Wednesday, July 12, 2006

Of Raft Races and Cannonball Contests

Last week, I toured a neighbor’s condo to check out her new closet organizers. I walked away convinced Dave and I could do a better job of maximizing our limited storage space. So far we’ve rearranged our pantry, entry way closet and sock drawers, efforts that have largely consisted of throwing away stuff we didn’t know we had and moving everything else into a new spot. In a couple of weeks, it will be the same jumbled mess.

But I did, in the process of sorting through various handbags, excavate $73 (!) in cash and another couple of bucks in change, including probably every penny I ever picked up off the sidewalk. I also found a pack of unopened Orbit gum, three tubes of Chapstick, a dozen each of pens and lipsticks (so that’s what happened to L’Oreal #410 Volcanic), Band-Aids, hand cream, expired cold tablets, a bag of congealed cough drops, a bottle of Excedrin Tension Headache and prescription Imitrex for migraines, the last two being major indicators that I needed to quit my job.

From the additional detritus, a paleontologist could deduce that I had attended a Cubs game in 2004, purchased an apple at the Salt Lake City airport in 2003, and visited an Internet café in Fresno, Cal., date unknown. Men wonder what women carry in their purses. It’s my life story, writ on receipts and ticket stubs.

And then there was the note from Grandpa.

February 10, 2003.

“Dear Patty,

I haven’t forgot your birthday, I just mislayed [sic] your address…. My eyesight is so bad that I can’t read the newspaper without a magnifying glass and that’s no way to read a paper. As a matter of fact I can hardly see the paper I’m writing on.”

He was 97 years old and still driving a car.

If you think that two years is enough time after a person dies to suddenly see their handwriting and not feel like someone has pounded you in the chest, you would be wrong. My heart hurt.

I miss my grandpa. Especially in the summertime.

Sundays in the summer were reserved for pool parties at my grandparents’. These were high-spirited gatherings with the entire assemblage of cousins, aunts and uncles—raft races being to my family what touch football was to the Kennedys. There were Cannonball contests and games of Capsize, a diversion of our own invention in which we attempted, via dive bombing, to dislodge two castaways from their life raft. Each afternoon was punctuated by Grandpa’s much anticipated belly flop off the diving board. I have friends who never witnessed their grandfather in so much as shirtsleeves or shorts, whereas I can conjure up Gramps in his navy blue trunks and untameable toenails without closing my eyes.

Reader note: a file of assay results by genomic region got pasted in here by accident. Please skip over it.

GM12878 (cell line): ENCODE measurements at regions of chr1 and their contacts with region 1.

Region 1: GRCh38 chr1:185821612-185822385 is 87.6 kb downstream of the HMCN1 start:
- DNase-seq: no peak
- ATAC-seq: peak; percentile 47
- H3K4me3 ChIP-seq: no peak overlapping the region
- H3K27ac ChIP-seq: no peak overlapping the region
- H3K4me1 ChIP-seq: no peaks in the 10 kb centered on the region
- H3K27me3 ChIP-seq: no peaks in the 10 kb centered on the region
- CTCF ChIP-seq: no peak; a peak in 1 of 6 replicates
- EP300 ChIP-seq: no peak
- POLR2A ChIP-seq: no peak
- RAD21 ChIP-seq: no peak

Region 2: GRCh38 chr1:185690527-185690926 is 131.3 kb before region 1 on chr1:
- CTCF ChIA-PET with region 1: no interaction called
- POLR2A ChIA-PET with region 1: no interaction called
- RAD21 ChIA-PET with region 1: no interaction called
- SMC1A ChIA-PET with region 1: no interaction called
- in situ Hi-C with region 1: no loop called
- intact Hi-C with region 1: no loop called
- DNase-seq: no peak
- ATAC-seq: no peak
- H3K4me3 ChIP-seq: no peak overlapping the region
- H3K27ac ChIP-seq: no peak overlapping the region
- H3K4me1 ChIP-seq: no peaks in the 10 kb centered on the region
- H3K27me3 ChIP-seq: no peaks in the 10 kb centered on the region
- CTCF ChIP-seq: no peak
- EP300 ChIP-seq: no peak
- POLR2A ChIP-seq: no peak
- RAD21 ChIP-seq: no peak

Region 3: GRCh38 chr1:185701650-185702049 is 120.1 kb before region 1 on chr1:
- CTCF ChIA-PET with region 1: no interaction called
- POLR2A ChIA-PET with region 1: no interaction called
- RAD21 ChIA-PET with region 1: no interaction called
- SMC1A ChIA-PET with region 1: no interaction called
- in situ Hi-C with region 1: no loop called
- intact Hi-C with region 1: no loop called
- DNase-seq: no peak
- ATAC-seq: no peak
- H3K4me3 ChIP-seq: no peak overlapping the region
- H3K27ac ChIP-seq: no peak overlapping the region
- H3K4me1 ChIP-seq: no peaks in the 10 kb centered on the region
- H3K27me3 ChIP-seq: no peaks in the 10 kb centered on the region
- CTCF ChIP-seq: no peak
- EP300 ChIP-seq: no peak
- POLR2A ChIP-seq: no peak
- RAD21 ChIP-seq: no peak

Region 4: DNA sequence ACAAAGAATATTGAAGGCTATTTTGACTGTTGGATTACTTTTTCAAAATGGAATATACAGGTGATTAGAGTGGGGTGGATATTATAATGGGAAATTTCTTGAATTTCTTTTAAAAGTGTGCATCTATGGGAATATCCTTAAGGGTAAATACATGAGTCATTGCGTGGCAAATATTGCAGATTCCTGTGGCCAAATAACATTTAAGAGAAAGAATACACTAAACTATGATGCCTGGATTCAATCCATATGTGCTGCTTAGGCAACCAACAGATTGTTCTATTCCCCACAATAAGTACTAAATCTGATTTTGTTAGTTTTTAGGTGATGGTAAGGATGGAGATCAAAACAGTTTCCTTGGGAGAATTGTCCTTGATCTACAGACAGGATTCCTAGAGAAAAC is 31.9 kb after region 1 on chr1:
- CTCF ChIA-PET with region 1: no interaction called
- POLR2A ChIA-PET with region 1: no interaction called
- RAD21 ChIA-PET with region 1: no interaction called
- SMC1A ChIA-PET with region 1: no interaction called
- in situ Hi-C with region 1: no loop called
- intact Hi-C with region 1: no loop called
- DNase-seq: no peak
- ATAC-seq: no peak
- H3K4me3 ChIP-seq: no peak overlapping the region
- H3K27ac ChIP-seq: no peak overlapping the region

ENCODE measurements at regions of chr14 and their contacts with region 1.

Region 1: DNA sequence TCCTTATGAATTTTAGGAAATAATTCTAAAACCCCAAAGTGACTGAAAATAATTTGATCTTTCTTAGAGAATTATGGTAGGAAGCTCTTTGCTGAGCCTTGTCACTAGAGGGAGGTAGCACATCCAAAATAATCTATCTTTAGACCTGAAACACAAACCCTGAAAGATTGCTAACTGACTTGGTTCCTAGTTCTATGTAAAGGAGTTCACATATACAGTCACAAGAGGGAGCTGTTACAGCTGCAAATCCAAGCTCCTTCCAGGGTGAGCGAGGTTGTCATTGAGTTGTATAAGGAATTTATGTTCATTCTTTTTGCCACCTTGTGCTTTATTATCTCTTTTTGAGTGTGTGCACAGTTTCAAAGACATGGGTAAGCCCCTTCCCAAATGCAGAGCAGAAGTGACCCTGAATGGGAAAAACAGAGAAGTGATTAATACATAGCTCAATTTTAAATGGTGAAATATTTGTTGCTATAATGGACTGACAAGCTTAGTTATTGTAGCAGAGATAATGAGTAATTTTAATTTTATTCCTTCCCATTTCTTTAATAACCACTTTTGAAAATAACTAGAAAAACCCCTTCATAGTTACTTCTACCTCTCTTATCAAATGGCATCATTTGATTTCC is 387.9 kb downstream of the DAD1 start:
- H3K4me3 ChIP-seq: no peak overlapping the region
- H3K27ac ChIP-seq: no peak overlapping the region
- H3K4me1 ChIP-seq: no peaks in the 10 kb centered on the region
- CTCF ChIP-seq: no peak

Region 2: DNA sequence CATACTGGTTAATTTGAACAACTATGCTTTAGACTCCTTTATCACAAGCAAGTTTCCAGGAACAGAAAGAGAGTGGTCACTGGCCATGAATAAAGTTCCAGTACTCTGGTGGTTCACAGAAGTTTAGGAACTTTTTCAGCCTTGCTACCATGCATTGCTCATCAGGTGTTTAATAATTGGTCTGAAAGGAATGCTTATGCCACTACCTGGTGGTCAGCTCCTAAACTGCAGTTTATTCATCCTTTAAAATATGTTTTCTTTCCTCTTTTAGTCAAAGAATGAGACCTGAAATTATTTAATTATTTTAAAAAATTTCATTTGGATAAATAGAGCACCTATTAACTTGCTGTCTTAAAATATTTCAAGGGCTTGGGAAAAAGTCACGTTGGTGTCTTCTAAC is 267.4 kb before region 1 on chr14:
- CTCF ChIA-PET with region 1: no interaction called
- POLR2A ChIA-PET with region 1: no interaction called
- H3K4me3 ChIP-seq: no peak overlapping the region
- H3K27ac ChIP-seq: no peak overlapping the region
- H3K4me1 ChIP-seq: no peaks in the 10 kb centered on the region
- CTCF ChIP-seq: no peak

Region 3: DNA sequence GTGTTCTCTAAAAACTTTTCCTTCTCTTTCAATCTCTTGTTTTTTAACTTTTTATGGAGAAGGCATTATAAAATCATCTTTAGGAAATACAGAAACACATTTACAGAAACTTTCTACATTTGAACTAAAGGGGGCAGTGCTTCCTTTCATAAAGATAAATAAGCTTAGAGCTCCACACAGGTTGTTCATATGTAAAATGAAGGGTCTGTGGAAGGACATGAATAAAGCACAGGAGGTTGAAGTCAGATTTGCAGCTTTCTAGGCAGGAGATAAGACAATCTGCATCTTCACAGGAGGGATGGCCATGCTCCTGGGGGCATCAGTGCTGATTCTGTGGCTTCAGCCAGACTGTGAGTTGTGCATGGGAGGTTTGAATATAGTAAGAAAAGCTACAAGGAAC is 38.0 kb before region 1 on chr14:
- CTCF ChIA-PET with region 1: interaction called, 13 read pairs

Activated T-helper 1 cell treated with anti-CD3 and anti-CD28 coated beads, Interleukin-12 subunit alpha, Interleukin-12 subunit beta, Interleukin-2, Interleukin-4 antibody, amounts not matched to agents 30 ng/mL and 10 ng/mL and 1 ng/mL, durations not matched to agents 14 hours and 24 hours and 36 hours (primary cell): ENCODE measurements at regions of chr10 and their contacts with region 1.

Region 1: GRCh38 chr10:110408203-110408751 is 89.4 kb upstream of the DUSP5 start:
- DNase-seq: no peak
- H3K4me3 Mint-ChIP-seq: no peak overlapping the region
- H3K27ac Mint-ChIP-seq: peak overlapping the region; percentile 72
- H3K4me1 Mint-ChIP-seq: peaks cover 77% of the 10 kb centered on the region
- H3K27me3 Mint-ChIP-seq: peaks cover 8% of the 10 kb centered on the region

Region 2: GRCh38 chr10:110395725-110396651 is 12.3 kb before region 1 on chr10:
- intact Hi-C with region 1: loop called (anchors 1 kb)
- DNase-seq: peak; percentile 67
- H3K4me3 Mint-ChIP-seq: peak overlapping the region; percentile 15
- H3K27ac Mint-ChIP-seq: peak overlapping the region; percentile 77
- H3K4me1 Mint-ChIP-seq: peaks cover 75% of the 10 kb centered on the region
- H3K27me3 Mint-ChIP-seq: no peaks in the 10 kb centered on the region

Sometime around 3, he would disappear into the house to prep for Happy Hour, emerging with soda pop for the kids, Manhattans for the grown-ups. Bowls of peanuts and pretzels. Trays of crackers and cheese, each square meticulously sliced by my grandfather’s hand.

Having drained their drinks, Dad and Aunt Mary Jo and Uncle John would begin their weekly bitch session over Grandpa’s refusal to spring for a gas grill. His charcoal chimney drove them insane, and they argued their case for propane before a jury of their offspring: It simply took too long for the coals to get hot. “With gas,” they informed us, “you just flip the switch.” Our burgers and hot dogs would be ready in minutes. (Actually, my grandmother called them “wieners,” as in “You boys want wieners?” which sends my brothers into convulsions to this day.) Yet week after week, from Memorial through Labor Day, the Old Man stooped over his briquettes, fanning the embers with his breath—while the cabal provided a running critique. “Always starts too late.” “Never uses enough lighter fluid.” “Why does he have to be so stubborn?” I don’t doubt that last one, at least in part, had something to do with the kick he got out of yanking their chain. Point being, on Sundays, he was still the boss.

On steamy nights between Sundays, Dad would pile us into the car for an after-dinner dip, an advantage we had over our cross-town cousins, what with our house being a mile or two from my grandparents’ at best. After we’d cooled off, we’d sit on the porch to let our suits dry before the drive home. Gramps would serve ice cream cones while we listened to the cicadas’ end-of-summer song. Back to School was right around the corner, but not that night. Not as long as we had the pool.

I remember one summer I became obsessed with swimming laps. I would practice my freestyle technique on weekdays, away from the maddening Sunday crowd. Grandma would position a lounge chair in the shade near the deep end and pepper me with questions that came to me in snatches underwater; I struggled to answer between chlorinated gulps. Grandpa would come home from work and join us. He’d read the afternoon edition of The Blade—without the need of a magnifying glass—and I’d hang around to mull over the day’s headlines. I was surprised and a little bit honored that he considered me a worthy partner in conversation.

And then the Sundays stopped. I grew up and moved away. Grandma died, Grandpa got old. He filled in the pool.

I wrote him once to tell him how summers were never quite the same. His reply, dated August 11, 1998:

“Dear Patty,

It was so nice to hear from you some weeks ago. I too treasure the days our family gathered around the pool on hot days and evenings in summer, especially the happy hours on the weekends….

Thanks for the memories.


Thank you. Even if it makes my heart hurt.


Blogger jonesybot said...

All of a sudden I miss my grandpas too. That was sweet. That is the stuff childhoods are supposed to be made of.

3:11 PM


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